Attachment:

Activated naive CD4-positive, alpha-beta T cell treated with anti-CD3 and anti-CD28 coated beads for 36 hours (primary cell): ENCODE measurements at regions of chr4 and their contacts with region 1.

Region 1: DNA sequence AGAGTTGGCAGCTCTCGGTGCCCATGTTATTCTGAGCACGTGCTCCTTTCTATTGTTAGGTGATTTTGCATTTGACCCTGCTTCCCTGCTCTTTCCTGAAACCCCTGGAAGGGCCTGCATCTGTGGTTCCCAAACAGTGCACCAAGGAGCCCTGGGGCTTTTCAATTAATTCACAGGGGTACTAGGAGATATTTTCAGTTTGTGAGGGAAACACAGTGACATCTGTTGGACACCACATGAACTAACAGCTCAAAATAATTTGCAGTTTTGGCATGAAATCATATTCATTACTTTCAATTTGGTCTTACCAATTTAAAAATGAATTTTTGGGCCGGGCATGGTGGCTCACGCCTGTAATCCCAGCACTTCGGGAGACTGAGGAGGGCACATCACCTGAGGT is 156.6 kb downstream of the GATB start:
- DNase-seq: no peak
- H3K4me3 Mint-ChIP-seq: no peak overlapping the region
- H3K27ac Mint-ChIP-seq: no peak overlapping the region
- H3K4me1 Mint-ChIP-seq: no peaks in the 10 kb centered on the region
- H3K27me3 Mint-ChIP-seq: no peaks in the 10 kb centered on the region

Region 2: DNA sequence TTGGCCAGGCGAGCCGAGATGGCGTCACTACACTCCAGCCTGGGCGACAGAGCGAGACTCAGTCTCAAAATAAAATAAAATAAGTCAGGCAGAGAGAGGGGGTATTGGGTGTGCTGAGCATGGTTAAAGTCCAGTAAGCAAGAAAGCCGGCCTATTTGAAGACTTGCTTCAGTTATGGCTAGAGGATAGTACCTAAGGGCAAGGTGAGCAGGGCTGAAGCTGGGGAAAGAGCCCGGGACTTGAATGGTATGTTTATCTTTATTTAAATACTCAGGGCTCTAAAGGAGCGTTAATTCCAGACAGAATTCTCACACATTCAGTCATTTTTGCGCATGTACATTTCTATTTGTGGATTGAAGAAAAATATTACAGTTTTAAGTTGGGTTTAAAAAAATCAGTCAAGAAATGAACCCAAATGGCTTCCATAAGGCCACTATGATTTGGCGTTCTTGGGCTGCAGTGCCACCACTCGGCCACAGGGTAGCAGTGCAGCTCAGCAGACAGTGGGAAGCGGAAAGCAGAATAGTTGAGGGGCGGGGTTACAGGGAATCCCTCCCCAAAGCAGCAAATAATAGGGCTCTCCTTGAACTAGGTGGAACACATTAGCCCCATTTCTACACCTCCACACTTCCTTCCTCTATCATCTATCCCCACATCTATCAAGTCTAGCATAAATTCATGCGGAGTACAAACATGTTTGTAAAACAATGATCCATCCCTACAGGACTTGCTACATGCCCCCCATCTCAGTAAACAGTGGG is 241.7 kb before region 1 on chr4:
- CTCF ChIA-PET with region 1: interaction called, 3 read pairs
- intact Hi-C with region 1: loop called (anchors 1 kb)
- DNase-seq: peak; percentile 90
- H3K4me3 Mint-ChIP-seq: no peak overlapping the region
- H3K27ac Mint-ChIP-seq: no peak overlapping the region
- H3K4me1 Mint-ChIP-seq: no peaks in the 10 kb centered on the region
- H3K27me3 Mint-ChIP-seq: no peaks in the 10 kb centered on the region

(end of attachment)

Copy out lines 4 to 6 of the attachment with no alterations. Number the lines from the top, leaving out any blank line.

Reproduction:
- H3K4me3 Mint-ChIP-seq: no peak overlapping the region
- H3K27ac Mint-ChIP-seq: no peak overlapping the region
- H3K4me1 Mint-ChIP-seq: no peaks in the 10 kb centered on the region